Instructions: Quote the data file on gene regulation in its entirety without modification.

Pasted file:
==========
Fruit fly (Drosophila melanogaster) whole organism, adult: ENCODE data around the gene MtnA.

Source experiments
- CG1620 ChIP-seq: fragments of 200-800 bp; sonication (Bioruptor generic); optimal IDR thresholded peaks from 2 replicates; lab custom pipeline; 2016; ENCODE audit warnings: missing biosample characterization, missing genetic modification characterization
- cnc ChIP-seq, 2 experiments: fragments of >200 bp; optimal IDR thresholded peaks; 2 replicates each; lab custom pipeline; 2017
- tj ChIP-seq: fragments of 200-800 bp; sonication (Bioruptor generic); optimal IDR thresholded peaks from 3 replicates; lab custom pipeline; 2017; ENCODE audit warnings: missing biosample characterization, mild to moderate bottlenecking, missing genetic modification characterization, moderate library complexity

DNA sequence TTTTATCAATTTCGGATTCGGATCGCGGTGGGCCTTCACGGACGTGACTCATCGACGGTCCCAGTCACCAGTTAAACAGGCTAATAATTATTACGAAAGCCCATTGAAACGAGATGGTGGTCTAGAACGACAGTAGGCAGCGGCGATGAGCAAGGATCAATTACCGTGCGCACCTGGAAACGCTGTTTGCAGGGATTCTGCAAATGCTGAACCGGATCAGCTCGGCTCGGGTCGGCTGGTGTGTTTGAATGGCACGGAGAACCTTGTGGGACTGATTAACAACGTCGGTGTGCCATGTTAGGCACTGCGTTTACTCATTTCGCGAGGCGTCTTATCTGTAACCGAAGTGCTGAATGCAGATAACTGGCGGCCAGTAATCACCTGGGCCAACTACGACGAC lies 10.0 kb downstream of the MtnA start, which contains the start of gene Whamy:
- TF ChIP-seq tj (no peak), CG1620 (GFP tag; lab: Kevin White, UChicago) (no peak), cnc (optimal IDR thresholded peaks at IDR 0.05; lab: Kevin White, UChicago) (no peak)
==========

Fruit fly (Drosophila melanogaster) whole organism, adult: ENCODE data around the gene MtnA.

Source experiments
- CG1620 ChIP-seq: fragments of 200-800 bp; sonication (Bioruptor generic); optimal IDR thresholded peaks from 2 replicates; lab custom pipeline; 2016; ENCODE audit warnings: missing biosample characterization, missing genetic modification characterization
- cnc ChIP-seq, 2 experiments: fragments of >200 bp; optimal IDR thresholded peaks; 2 replicates each; lab custom pipeline; 2017
- tj ChIP-seq: fragments of 200-800 bp; sonication (Bioruptor generic); optimal IDR thresholded peaks from 3 replicates; lab custom pipeline; 2017; ENCODE audit warnings: missing biosample characterization, mild to moderate bottlenecking, missing genetic modification characterization, moderate library complexity

DNA sequence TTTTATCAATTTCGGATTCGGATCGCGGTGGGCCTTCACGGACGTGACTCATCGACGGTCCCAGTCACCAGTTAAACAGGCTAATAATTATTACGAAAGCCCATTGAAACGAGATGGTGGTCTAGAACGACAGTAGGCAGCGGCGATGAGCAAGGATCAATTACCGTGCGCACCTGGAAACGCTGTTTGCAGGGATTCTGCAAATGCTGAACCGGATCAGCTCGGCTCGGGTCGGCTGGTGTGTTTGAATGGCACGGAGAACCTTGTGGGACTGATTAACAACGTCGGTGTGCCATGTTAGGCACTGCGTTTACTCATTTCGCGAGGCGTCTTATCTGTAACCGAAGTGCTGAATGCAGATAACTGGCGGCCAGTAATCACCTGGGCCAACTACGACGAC lies 10.0 kb downstream of the MtnA start, which contains the start of gene Whamy:
- TF ChIP-seq tj (no peak), CG1620 (GFP tag; lab: Kevin White, UChicago) (no peak), cnc (optimal IDR thresholded peaks at IDR 0.05; lab: Kevin White, UChicago) (no peak)